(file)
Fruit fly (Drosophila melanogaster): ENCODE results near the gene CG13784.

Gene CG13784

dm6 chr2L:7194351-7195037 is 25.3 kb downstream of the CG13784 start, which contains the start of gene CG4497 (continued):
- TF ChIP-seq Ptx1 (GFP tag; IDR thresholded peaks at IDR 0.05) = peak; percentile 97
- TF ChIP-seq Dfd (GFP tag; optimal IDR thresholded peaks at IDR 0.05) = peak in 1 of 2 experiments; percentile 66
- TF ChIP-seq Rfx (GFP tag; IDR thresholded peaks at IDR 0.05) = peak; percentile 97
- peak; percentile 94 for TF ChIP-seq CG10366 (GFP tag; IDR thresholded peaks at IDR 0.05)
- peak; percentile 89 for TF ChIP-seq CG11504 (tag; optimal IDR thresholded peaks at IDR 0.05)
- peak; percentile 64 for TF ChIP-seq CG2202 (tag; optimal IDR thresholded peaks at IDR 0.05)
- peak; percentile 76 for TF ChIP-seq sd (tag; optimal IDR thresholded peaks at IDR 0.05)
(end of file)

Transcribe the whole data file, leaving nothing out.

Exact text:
Fruit fly (Drosophila melanogaster): ENCODE results near the gene CG13784.

Gene CG13784

dm6 chr2L:7194351-7195037 is 25.3 kb downstream of the CG13784 start, which contains the start of gene CG4497 (continued):
- TF ChIP-seq Ptx1 (GFP tag; IDR thresholded peaks at IDR 0.05) = peak; percentile 97
- TF ChIP-seq Dfd (GFP tag; optimal IDR thresholded peaks at IDR 0.05) = peak in 1 of 2 experiments; percentile 66
- TF ChIP-seq Rfx (GFP tag; IDR thresholded peaks at IDR 0.05) = peak; percentile 97
- peak; percentile 94 for TF ChIP-seq CG10366 (GFP tag; IDR thresholded peaks at IDR 0.05)
- peak; percentile 89 for TF ChIP-seq CG11504 (tag; optimal IDR thresholded peaks at IDR 0.05)
- peak; percentile 64 for TF ChIP-seq CG2202 (tag; optimal IDR thresholded peaks at IDR 0.05)
- peak; percentile 76 for TF ChIP-seq sd (tag; optimal IDR thresholded peaks at IDR 0.05)